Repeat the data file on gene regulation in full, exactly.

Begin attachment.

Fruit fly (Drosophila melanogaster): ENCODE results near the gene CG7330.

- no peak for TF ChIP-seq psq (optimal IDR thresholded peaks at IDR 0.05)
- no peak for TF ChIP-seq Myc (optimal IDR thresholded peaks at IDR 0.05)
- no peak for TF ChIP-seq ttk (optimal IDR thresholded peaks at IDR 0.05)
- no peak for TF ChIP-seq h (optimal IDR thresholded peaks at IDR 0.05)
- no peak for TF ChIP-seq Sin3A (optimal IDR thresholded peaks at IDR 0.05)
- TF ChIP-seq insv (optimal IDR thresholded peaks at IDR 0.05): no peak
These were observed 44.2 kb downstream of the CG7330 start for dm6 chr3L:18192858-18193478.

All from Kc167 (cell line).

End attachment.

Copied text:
Fruit fly (Drosophila melanogaster): ENCODE results near the gene CG7330.

- no peak for TF ChIP-seq psq (optimal IDR thresholded peaks at IDR 0.05)
- no peak for TF ChIP-seq Myc (optimal IDR thresholded peaks at IDR 0.05)
- no peak for TF ChIP-seq ttk (optimal IDR thresholded peaks at IDR 0.05)
- no peak for TF ChIP-seq h (optimal IDR thresholded peaks at IDR 0.05)
- no peak for TF ChIP-seq Sin3A (optimal IDR thresholded peaks at IDR 0.05)
- TF ChIP-seq insv (optimal IDR thresholded peaks at IDR 0.05): no peak
These were observed 44.2 kb downstream of the CG7330 start for dm6 chr3L:18192858-18193478.

All from Kc167 (cell line).